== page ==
The third kind of untrustworthiness is most often found in advertising: clickbait. You or your student have likely seen this at some point. An advertisement claims that someone has discovered a trick for losing lots of weight in just a week, getting really cheap insurance, or defying gravity. The logic behind clickbait goes something like this: “If I present something that looks really appealing to a reader, they’ll definitely click on it!” Unfortunately, almost everything that clickbait claims is too good to be true. Not only this, but clickbait is usually leading you to either viruses or scams. Just behind the promise for that quick six-pack is a place for your credit card information to get stolen, or perhaps for you to download harmful software onto your computer. When your student sees a promise for something appealing and likely unrealistic, they are probably looking at clickbait. Discerning clickbait is a great skill for surfing the web.
3. Don't download files you don't trust.
The Internet is home to tons of useful files. These files can be downloaded onto your computer with just a click, and plenty of them are quite useful. Instead of having to get a necessary program on a hard drive at the store, you can download it from the comfort of your home. But this benefit also comes with a drawback: anyone can put any file on the Internet, and some of them are harmful. These intentionally harmful files, or viruses, can do serious damage to your computer if you install them. Unfortunately, some people are quite clever at hiding viruses. Someone on Reddit may promise you free install files for a game, but what they’re actually giving you is malware that will steal information from your computer.
Here are some helpful questions that your student can ask in order to avoid downloading unsafe files: “Is this file from a trusted site? (For example, am I downloading a Google product from Google? If so, it’s probably safe.) Is this being given to me by an individual on social media or another open sharing site? If so, what reasons do I have for trusting them?” Websites for torrenting and pirating software are notorious for viruses. In addition, your browser or security software may give you a pop-up that tells you you have opened a suspicious file and will try to prevent you from installing it. Be very sure the file you’re opening is trustworthy before closing those warnings.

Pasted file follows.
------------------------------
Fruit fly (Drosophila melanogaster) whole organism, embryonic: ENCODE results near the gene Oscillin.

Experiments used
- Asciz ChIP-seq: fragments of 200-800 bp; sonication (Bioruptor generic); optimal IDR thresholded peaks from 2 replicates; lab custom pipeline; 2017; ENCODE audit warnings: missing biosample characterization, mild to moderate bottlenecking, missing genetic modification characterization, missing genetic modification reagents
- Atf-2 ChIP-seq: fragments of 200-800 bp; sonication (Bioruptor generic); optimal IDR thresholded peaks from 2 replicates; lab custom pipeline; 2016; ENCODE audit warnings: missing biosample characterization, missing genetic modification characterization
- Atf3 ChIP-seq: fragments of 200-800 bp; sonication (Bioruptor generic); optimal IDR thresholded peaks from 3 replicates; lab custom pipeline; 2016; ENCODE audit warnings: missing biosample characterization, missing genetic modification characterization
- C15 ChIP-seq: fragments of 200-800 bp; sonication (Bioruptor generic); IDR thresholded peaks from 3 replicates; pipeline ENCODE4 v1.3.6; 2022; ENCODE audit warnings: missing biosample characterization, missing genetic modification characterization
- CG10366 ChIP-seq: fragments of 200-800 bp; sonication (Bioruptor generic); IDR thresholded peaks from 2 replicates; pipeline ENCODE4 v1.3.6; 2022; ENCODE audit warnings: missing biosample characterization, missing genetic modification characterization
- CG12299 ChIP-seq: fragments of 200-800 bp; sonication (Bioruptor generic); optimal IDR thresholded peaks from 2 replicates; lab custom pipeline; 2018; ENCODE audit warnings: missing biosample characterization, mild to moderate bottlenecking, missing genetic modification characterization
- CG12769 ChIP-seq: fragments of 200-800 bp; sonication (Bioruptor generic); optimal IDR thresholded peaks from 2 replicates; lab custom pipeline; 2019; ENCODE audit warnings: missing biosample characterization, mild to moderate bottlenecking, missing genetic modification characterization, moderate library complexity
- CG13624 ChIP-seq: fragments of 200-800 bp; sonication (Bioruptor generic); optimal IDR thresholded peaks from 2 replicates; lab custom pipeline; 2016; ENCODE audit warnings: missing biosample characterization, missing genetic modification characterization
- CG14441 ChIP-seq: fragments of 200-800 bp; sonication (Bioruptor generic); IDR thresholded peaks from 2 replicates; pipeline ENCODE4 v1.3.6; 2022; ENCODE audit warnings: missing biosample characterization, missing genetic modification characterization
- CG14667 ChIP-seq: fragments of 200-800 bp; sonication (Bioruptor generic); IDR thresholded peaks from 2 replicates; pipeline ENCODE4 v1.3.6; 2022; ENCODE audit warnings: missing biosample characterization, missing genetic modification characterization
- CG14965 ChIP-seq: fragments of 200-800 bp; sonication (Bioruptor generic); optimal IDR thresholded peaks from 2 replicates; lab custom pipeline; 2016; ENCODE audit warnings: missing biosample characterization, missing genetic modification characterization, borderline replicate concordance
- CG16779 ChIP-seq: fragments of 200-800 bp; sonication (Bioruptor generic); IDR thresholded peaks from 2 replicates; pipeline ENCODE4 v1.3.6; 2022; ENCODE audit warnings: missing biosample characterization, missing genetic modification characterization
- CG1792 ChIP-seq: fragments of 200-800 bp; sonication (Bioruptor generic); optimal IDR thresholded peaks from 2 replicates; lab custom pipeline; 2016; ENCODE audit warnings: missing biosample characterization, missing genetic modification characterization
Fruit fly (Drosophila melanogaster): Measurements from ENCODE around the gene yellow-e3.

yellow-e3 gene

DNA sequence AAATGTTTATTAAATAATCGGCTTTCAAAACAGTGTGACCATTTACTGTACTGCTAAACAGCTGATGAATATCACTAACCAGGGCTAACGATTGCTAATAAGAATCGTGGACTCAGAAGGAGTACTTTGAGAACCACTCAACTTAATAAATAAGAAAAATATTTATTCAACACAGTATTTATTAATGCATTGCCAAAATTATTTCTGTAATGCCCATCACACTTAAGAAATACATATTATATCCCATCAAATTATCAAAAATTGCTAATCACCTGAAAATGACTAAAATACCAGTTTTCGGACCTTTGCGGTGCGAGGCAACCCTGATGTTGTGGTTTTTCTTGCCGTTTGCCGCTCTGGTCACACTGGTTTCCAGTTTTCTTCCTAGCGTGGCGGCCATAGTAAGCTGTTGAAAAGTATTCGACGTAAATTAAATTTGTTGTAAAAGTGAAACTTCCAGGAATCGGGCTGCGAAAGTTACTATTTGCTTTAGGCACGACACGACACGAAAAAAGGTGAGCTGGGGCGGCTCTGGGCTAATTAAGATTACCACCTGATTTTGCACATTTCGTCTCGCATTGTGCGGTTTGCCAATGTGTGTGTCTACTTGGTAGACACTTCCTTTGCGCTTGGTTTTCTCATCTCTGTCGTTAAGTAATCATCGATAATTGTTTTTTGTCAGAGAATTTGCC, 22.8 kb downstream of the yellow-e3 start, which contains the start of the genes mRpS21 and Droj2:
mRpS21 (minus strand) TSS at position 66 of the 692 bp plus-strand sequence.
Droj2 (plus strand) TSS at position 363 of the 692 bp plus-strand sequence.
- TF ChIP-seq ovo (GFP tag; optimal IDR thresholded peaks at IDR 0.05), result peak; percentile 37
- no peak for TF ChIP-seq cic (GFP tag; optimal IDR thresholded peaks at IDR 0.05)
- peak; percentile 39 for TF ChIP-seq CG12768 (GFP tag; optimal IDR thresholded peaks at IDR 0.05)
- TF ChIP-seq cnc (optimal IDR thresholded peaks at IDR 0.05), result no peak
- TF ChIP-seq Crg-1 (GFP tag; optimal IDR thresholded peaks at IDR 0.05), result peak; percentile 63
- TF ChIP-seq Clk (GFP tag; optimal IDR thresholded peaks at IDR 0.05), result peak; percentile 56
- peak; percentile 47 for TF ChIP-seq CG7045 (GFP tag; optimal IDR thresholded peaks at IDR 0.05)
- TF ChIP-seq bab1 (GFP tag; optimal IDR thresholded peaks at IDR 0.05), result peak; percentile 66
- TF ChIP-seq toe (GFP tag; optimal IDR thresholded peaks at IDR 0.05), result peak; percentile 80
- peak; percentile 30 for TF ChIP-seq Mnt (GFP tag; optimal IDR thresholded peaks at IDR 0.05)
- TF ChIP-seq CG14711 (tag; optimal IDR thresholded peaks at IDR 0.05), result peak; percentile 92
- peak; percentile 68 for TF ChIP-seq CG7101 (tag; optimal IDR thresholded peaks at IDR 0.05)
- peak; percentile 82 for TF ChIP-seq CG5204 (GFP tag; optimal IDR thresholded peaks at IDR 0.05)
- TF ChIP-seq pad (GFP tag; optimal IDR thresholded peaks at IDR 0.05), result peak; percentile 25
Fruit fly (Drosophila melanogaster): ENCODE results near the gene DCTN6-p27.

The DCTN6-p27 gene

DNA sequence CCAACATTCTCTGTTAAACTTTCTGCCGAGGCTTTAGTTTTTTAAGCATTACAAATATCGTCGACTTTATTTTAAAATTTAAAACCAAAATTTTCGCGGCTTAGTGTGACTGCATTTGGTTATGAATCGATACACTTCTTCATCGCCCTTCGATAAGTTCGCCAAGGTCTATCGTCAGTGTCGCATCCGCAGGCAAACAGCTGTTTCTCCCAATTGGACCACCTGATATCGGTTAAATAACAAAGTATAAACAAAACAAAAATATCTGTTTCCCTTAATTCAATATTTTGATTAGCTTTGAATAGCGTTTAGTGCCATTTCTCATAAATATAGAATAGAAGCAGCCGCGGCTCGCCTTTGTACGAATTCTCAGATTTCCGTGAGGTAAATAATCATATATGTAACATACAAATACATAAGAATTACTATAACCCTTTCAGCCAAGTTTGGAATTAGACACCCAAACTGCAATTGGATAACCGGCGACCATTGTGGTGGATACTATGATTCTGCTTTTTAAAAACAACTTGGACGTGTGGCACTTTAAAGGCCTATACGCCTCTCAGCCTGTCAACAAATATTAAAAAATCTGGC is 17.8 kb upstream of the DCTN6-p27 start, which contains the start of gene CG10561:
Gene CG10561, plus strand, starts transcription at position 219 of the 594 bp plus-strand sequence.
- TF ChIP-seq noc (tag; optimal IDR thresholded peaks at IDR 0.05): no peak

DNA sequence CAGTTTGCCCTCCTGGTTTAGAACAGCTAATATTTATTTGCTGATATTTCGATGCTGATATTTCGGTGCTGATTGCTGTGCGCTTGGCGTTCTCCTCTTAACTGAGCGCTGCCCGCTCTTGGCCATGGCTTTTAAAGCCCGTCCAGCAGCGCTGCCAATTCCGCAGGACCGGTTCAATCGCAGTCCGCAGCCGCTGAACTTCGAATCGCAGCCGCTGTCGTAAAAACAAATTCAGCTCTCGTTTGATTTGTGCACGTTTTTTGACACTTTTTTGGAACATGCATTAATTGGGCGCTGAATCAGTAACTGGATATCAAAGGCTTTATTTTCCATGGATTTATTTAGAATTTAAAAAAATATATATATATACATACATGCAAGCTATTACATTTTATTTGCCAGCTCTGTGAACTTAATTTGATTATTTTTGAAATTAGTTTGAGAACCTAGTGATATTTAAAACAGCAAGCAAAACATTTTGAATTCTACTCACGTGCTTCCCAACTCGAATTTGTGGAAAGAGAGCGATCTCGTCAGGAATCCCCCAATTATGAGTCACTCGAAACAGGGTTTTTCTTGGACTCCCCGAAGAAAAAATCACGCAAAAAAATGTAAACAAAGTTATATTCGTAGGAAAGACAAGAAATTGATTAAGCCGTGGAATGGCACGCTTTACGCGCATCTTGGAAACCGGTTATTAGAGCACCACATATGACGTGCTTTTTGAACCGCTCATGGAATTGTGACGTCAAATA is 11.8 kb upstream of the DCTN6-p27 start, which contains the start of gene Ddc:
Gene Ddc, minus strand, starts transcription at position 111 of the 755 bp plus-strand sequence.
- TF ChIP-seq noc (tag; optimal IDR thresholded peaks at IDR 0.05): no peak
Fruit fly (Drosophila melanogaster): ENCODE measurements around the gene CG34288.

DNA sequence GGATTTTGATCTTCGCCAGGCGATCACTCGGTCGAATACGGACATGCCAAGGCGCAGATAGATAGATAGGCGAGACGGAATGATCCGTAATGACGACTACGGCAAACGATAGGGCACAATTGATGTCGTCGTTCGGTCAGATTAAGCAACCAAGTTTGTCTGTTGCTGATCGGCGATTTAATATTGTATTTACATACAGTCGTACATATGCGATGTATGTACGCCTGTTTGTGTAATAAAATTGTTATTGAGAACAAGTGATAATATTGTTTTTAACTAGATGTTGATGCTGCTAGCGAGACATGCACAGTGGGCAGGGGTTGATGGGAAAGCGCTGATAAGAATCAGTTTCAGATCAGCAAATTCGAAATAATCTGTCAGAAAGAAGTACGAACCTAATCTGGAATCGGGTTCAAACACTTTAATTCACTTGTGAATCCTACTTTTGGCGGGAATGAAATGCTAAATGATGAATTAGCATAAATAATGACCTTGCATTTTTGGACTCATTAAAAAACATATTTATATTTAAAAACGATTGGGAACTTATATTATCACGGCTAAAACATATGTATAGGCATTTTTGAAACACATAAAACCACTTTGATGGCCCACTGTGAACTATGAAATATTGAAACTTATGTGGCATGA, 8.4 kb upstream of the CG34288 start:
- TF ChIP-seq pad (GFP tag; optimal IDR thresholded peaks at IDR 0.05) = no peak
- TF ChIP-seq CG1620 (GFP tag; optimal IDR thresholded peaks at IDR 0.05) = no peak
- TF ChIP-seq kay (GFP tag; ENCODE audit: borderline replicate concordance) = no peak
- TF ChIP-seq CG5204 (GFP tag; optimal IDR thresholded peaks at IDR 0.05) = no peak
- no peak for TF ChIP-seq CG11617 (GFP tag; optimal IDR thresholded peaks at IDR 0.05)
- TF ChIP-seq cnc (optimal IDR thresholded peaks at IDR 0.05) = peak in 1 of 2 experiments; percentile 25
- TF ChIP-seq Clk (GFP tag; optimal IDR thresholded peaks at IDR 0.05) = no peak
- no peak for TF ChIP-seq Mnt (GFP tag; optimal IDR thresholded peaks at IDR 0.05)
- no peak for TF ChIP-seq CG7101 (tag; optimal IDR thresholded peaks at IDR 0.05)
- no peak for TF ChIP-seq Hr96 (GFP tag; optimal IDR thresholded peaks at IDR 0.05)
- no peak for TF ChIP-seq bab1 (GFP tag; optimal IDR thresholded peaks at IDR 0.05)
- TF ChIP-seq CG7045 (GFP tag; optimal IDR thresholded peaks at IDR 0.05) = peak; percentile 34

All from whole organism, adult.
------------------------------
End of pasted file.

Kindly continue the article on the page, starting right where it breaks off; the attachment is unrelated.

4. Don't give out personal information unless you trust the site you're giving it to.
In the reality that is the Internet, sometimes you have to give out personal data. For example, in order to buy things from websites, you will need to enter your credit card information. Now, your credit card information is quite sensitive. Whoever has it can effectively steal your money. There are plenty of websites and vendors that you can trust with this kind of information, but there are also plenty of untrustworthy websites. Some people want nothing more than to make a quick buck by charging your card without your knowledge. The kind of important information that you want to keep safe extends beyond card information. For example, think of your bank numbers, your email, your phone number, and your address. If a stranger has your phone number, they can sell it to telemarketers who will then put your phone on a list for spam calls.
For this reason, your student needs wisdom on which websites to share sensitive information. The rules for downloading files also apply here: “Is this site officially related to a trustworthy company? Am I giving my information to an individual on social media, or to a company?” Remember, you should never give sensitive information to someone unless you entirely trust them. If you are unsure whether or not a website is safe, you can always Google their name along with the word “scam,” “trustworthy,” or “review.” Some websites give people a place to share their experience with the page you are unsure of, and these other reviews can save you from posting your information in an unsafe place.
5. Have a safe dialogue between you and your student.
This last suggestion is different from the others in that it requires interaction between you and your student. Perhaps your student is unsure whether or not they should download a program, or they don’t know if they trust a claim they’ve read on the Internet. It may even be that they’ve come across harmful content and are feeling shame or guilt from what they’re seen. In all these situations, a safe, trusting relationship with your student is key. However, this can be the most important part in helping your student navigate the Internet safely.
If you need accountability software that blocks websites, monitors Internet usage, or provides similar Internet safety, there are a number of options. Read our blog about accountability software here.